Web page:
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Pittsburgh in Allegheny County, Pennsylvania — The American Northeast (Mid-Atlantic)
 

Portal of Industry

1857

 

—The Pennsylvania Railroad Mainline —

 
Portal of Industry Marker image. Click for full size.
By Mike Wintermantel, November 4, 2015
1. Portal of Industry Marker
Inscription. You are standing above the historic route of the Main Line of the Pennsylvania Railroad—one of the most important railroad corridors in the country.

Connecting Philadelphia and Pittsburgh, the first train arrived in East Liberty in December 1852, less than a half mile east of here. While the 350-mile route initially utilized twenty-eight miles of the Allegheny Portage Railroad in order to traverse the Allegheny Mountains, an all-rail line was completed in February 1854. As a result, travel to Philadelphia, which had taken up to a week, was shortened to thirteen hours.

Significant initially for its direct connections to the east coast, the Pennsylvania Railroad quickly expanded westward, with the thriving industrial giant of Pittsburgh at its center.

At its peak of operation in the 1920s, the Pennsylvania Railroad boasted 28,000 miles of track, 7,000 locomotives, 250,000 cars and 280,000 employees. "The Pennsy," as it was affectionately known, was once the nation's largest employer, transporting ten percent of all freight in America, and twenty percent of all passengers.

There are people now living in Pittsburgh who have traveled diligently for a whole week to reach Philadelphia. The same persons can now go from our city to the eastern metropolis between sunrise and sunset of a summer's
Portal of Industry Marker image. Click for full size.
By Mike Wintermantel, November 4, 2015
2. Portal of Industry Marker
day, without fatigue, and without occasion for stopping to eat more than one meal.

—Daily Morning Post,
Pittsburgh on the opening of the Pennsylvania Railroad, 1854
 
Erected 2013 by Federal Highway Administration, Pennsylvania Department of Transportation, City of Pittsburgh.
 
Location. 40° 27.551′ N, 79° 55.499′ W. Marker is in Pittsburgh, Pennsylvania, in Allegheny County. Marker can be reached from South Highland Avenue 0.1 miles south of Centre Avenue, on the left when traveling south. Click for map. This marker is part of a display erected on the sidewalk parapet of the newly refurbished South Highland Avenue Bridge. Marker is in this post office area: Pittsburgh PA 15206, United States of America.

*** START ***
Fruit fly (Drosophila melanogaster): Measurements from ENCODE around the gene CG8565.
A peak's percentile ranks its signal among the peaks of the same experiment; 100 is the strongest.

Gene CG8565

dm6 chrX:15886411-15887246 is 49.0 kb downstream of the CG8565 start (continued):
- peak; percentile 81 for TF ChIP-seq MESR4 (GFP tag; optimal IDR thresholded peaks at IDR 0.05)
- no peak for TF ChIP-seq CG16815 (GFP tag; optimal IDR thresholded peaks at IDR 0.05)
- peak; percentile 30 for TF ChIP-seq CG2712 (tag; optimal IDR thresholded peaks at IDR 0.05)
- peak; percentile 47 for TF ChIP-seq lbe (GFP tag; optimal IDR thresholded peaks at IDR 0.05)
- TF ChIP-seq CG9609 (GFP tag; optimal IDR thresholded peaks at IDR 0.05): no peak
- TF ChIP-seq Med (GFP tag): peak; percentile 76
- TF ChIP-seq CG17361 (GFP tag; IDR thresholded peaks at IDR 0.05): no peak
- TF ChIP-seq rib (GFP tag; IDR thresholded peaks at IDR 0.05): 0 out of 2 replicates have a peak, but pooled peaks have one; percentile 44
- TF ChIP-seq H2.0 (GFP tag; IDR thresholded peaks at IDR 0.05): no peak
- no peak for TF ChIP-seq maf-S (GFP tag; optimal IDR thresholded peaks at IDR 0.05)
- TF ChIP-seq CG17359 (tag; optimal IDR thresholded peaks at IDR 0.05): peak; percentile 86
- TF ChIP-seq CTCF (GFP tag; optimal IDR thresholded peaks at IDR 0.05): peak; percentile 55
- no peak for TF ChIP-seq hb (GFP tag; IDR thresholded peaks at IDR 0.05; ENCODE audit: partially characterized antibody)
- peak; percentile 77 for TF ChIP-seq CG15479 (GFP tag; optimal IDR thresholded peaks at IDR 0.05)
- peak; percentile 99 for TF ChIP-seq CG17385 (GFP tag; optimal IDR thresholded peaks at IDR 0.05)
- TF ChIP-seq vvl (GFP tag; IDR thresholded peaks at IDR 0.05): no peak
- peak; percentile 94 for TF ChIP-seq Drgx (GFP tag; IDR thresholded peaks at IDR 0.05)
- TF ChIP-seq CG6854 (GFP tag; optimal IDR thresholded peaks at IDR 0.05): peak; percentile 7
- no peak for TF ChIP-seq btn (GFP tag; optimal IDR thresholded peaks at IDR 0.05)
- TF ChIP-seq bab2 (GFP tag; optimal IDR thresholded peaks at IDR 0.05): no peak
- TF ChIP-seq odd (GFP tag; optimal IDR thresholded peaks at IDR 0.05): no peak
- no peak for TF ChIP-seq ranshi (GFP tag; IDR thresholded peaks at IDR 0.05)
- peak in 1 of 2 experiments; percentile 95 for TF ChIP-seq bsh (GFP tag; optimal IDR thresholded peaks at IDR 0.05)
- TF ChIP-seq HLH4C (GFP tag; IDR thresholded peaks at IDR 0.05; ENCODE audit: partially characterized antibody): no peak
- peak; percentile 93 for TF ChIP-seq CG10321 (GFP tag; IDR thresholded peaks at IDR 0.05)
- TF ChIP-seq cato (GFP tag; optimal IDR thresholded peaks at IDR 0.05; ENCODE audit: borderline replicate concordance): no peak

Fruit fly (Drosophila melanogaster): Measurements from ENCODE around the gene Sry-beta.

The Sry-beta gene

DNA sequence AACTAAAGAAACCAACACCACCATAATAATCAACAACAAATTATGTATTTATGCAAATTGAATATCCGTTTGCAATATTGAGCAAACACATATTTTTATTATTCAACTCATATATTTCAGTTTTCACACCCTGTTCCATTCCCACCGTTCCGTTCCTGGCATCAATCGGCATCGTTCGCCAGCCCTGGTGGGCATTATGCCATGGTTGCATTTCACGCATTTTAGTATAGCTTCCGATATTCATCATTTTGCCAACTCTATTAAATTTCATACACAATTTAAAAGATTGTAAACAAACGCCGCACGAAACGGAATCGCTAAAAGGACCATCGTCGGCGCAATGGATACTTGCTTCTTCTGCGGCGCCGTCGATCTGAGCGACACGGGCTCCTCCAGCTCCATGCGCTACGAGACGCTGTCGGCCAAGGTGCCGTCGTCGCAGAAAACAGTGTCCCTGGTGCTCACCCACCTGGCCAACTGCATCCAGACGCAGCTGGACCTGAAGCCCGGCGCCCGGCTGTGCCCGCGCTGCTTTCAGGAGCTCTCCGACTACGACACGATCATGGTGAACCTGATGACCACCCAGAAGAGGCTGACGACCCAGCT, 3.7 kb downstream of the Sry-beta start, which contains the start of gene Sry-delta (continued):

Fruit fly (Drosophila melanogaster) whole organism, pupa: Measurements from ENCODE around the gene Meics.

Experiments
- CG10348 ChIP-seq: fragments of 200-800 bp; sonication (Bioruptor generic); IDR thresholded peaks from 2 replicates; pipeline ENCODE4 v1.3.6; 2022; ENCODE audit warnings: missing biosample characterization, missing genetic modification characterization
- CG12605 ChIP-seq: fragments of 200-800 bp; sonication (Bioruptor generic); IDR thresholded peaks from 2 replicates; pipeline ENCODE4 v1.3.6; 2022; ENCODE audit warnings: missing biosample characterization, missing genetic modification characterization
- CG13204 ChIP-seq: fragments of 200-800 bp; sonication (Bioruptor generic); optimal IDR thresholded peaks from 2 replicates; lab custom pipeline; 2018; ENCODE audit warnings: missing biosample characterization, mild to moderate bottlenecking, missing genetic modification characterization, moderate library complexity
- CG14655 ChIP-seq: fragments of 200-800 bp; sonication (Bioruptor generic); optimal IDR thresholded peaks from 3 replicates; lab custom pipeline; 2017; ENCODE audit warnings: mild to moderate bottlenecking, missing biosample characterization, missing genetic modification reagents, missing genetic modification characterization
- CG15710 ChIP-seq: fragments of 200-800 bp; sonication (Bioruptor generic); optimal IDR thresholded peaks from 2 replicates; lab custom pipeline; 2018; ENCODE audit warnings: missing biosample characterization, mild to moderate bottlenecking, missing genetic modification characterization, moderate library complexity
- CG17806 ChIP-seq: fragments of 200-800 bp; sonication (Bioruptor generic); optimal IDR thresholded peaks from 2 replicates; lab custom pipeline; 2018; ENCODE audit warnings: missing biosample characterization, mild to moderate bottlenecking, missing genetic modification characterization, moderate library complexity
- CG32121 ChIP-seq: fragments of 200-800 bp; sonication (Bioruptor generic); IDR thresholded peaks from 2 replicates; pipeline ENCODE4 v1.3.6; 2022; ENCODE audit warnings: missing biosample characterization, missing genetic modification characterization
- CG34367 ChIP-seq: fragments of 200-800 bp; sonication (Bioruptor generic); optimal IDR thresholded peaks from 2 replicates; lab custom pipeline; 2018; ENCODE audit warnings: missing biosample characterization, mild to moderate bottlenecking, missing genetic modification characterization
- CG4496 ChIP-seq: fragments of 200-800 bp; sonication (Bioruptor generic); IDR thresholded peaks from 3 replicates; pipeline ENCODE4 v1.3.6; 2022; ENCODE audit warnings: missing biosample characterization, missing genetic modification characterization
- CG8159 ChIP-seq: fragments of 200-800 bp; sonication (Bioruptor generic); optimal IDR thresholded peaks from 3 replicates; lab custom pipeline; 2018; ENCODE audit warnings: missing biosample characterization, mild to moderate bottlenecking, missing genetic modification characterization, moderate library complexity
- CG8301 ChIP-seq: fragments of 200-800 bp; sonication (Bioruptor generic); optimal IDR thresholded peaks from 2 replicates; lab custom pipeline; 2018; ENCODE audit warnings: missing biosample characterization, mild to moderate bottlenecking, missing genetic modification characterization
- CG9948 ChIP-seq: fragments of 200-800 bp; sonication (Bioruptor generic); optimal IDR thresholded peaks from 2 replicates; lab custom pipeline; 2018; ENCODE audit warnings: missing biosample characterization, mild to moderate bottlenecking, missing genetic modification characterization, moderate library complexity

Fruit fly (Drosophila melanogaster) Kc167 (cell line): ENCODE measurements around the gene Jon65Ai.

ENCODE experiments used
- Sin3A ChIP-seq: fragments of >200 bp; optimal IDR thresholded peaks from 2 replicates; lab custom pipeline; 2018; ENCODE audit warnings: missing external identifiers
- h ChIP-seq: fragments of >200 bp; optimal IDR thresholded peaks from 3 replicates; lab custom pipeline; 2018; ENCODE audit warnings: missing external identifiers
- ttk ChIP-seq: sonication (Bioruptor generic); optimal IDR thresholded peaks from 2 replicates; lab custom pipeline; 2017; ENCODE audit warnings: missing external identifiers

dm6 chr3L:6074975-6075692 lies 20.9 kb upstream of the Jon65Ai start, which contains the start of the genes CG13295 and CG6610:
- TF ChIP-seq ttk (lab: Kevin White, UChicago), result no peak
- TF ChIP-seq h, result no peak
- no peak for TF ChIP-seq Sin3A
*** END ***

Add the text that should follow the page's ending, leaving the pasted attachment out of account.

Other nearby markers. At least 8 other markers are within walking distance of this marker. Suburban Catalyst (a few steps from this marker); Motor Square Garden (about 600 feet away, measured in a direct line); East Liberty Presbyterian Church (approx. 0.2 miles away); Calvary Episcopal Church (approx. ¼ mile away); Sacred Heart Church (approx. ¼ mile away); 1st Drive-In Filling Station (approx. 0.3 miles away); St. Peter's Evangelical and Reformed Church (approx. 0.3 miles away); The Highwood (approx. 0.3 miles away). Click for a list of all markers in Pittsburgh.
 
Categories. Industry & CommerceRailroads & Streetcars
 
Portal of Industry Marker image. Click for full size.
By Mike Wintermantel, November 4, 2015
3. Portal of Industry Marker
Close up of text.
Portal of Industry Marker image. Click for full size.
By Mike Wintermantel, November 4, 2015
4. Portal of Industry Marker
(first photo)
Industrialists Andrew Carnegie and Henry Phipps and songwriter Stephen Foster were among the notables who welcomed the first through-train from Philadelphia to Pittsburgh in East Liberty in December 1852 (Library & Archives Division, Historical Society of Western Pennsylvania).
Portal of Industry Marker image. Click for full size.
By Mike Wintermantel, November 4, 2015
5. Portal of Industry Marker
(second photo)
East Liberty Station, looking east in 1961. Designed by noted architect Frank Furness, the 1906 station stood less than a half mile east of here. It served commuters until 1953 and was demolished in 1963. The site was subsequently redeveloped as a strip shopping center (Edward H. Weber, photographer).
Portal of Industry Marker image. Click for full size.
By Mike Wintermantel, November 4, 2015
6. Portal of Industry Marker
Pennsylvania Expansion Map
Within five years of reaching Pittsburgh, the Pennsylvania Railroad extended westward like an outstretched hand, bringing unprecedented expansion to the city's industrial and retail markets.
 
 
Credits. This page originally submitted on , by Mike Wintermantel of Pittsburgh, Pennsylvania. This page has been viewed 141 times since then and 2 times this year. Photos:   1, 2, 3, 4, 5, 6. submitted on , by Mike Wintermantel of Pittsburgh, Pennsylvania. This page was last revised on June 16, 2016.
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